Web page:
The well-dressed gentlemen on my television were discussing (quite civilly) how appalling it was that Kansas City fans could cheer their own quarterback, Matt Cassel, as he lay on the field after suffering a concussion in a game against the Ravens last Sunday.
Both former NFL players, they were outraged.
They were shocked.
They were full of questions worth asking — and answering.
"What is happening in this country?" said Ron Jaworski, a former NFL quarterback who played in Philadelphia and briefly in Kansas City. "Where is our compassion for people? It's a game."
And then a little later he asked another question, that if we lovers of sport are honest with ourselves, has already been answered.
"Where is the civility?" said Jaworski. "What are the lessons we're teaching our young people?"
I hate to be the bearer of bad news, but this is exactly what we taught them.
Some wonder if sportsmanship is worse today or if, because of social media, it's just more visible.
I believe whole-heartedly it's worse. It's also more visible.
Sure everybody has a camera in their hand and almost instant access to publish what they witness. But they can't make a viral video of bad behavior unless it actually exists. (Incidentally, I don't believe our increased incivility is confined to arenas.)
Sitting in the stands as an unbiased observer for nearly 14 years provides a unique perspective. I see normal, loving parents turn into something ugly and embarrassing. I see people who are the first to offer help or support to strangers screaming insults at referees, other players and coaches.
I've seen smart, compassionate parents tell their children that their coaches are idiots. They don't do it directly. They simply complain about the coaches and their decisions with each other and the impressionable young athletes over hear and receive a message the adults never intended to send.
I've seen parents and coaches show disrespect for the officials, and then wonder (aloud and exasperatedly) why their children fixate on a perceived bad or missed call instead of playing forward.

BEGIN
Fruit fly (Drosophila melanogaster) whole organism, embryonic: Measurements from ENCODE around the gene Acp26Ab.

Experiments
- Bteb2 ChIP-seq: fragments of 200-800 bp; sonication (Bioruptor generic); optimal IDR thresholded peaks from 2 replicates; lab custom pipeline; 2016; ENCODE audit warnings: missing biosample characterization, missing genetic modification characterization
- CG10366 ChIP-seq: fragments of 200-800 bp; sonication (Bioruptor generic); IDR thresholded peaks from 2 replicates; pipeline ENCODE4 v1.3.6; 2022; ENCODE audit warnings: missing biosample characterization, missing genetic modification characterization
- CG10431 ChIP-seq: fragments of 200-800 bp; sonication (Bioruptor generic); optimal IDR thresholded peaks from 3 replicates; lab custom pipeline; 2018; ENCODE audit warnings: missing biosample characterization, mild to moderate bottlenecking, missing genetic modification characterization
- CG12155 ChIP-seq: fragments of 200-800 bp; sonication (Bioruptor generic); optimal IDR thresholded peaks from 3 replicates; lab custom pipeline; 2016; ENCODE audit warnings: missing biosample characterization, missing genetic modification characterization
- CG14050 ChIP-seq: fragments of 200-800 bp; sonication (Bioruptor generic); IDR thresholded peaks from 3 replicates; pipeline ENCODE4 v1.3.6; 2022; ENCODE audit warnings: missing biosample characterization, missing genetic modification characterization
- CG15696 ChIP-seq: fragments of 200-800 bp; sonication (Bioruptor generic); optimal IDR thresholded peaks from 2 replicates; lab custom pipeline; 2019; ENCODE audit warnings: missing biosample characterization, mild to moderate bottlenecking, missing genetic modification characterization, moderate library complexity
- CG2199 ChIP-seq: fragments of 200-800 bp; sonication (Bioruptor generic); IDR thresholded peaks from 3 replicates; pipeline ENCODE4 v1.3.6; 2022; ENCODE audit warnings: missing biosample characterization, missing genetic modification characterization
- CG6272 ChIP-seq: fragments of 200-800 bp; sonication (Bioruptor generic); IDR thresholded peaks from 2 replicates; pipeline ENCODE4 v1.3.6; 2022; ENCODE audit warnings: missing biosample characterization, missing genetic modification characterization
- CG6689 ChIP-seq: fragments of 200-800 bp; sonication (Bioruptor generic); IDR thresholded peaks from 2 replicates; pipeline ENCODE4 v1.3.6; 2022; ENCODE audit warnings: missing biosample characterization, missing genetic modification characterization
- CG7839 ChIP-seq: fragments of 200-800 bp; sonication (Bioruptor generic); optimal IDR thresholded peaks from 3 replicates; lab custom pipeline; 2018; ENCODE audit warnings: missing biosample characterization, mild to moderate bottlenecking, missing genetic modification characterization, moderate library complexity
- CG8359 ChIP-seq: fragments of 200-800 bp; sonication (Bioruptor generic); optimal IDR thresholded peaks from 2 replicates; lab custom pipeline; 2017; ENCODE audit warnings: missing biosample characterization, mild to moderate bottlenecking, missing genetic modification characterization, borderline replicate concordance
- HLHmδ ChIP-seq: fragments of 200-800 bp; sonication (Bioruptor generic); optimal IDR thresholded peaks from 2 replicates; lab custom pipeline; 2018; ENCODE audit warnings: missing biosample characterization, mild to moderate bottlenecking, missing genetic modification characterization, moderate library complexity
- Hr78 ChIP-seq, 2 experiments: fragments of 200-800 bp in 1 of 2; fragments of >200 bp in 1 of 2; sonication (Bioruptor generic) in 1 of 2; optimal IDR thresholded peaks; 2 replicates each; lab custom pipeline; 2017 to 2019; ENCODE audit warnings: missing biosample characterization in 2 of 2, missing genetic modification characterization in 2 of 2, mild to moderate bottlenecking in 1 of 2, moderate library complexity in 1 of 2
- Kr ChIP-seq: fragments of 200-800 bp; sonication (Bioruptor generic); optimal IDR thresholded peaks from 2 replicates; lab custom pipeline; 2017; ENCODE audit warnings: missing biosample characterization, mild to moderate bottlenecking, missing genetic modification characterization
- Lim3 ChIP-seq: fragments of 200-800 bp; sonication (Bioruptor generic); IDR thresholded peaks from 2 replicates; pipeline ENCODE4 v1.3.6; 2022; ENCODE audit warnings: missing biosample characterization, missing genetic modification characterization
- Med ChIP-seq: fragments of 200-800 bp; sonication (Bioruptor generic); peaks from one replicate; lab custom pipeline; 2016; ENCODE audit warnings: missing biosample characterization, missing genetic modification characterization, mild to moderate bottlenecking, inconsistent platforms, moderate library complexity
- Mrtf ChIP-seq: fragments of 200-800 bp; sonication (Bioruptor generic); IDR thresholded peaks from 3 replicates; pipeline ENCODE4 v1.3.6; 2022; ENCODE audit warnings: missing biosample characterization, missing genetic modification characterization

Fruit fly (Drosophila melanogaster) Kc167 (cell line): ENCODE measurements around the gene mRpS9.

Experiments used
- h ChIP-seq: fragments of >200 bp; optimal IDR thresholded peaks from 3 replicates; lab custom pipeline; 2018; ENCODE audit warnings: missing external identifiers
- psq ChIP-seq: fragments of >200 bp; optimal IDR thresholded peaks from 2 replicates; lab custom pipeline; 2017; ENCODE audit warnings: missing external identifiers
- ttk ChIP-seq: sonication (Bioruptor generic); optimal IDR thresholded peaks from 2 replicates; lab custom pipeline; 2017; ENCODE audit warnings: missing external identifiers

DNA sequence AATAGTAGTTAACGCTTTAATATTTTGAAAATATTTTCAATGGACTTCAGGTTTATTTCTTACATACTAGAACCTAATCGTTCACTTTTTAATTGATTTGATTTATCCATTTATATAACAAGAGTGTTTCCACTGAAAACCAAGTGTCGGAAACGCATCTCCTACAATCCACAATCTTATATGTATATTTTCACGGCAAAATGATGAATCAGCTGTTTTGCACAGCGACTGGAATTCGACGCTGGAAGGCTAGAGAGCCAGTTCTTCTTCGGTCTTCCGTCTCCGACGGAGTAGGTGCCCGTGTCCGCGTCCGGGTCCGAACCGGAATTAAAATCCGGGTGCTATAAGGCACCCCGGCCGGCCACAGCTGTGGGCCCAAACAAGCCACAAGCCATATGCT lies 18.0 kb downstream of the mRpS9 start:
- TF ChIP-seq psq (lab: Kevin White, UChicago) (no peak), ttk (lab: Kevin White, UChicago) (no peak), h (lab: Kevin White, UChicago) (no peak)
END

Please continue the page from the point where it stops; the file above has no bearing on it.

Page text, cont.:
Looking in the mirror when it comes to fan behavior is apparently harder than it seems.
I have the benefit of getting to know talented, young athletes when they are still basically children. They grow, develop and mature in their talents and personalities. Most of the time it's a pleasure, and I love watching how athletics makes them hard working, humble, grateful and concerned for others.
And often, I get to know their parents.
I watch them; I talk to them; I come to some understanding of them, at least as it relates to their children. And it almost never fails that when parents behave badly, eventually their children begin to mimic that regrettable attitude and behavior.
Psychologists have studied the issue and assert in most cases that example is the most powerful tool we adults have in shaping our children.
It's not a guarantee.
But when I look back at the lessons I value most, the attitudes I try to instill in my own children, I adopted those after watching the adults in my life. My father didn't tell me everyday how hard he worked. He just went to work every day, rain or shine, sick or healthy, good job or bad. Eventually I heard from his peers how brave, honest and reliable he was.
My mother never told me how much she sacrificed for her six children. I just watched as she wore the same clothes for 10 years; gave us the last bits of cash from her wallet and waited until we were all grown before heading back to school to follow her own dreams.
We can say all the right things. But our children will hear what we're really saying because of who we are.
And sadly I fear that what we've become is a society that responds to adversity, bad behavior by someone else or disappointment in the worst ways. We should have learned in kindergarten that hitting someone back is as bad a decision as hitting another person in the first place.
We've been teaching our children for decades that if you pay money to sit in the stands, then you're entitled to pretty much say or do what you want.
Social media like Facebook, twitter and message boards that allow us access to athletes — and sadly their families — have made it easier to be rude in a more personal way. What a fan might have screamed at television is now blurted out on Twitter or message boards (often anonymously, of course).
Just last May Lakers guard Steve Blake's wife received death threats ("I hope your family gets murdered.") after he missed a game winning shot. And just so you don't think this was one crazy, obsessed fan, both Blake and his wife reported having to block hundreds of people on Twitter after being subjected to profanity-laced insults.
It's not just the behavior of fans that teaches our children that being a jerk at a sporting event is forgivable. We sit, often with our children at our sides, as high school, college and professional athletes exhibit the manners of a spoiled toddler and then we try to justify it, rationalize it and even defend it.
This is how we got here. We chose, one bad decision at a time, to teach our children that booing someone is okay. So why are we surprised that fans, frustrated with Cassel's ineffective play, cheered when he was hurt and had to leave the game. The line got blurry because we let it.
We are simply reaping what we've sown.
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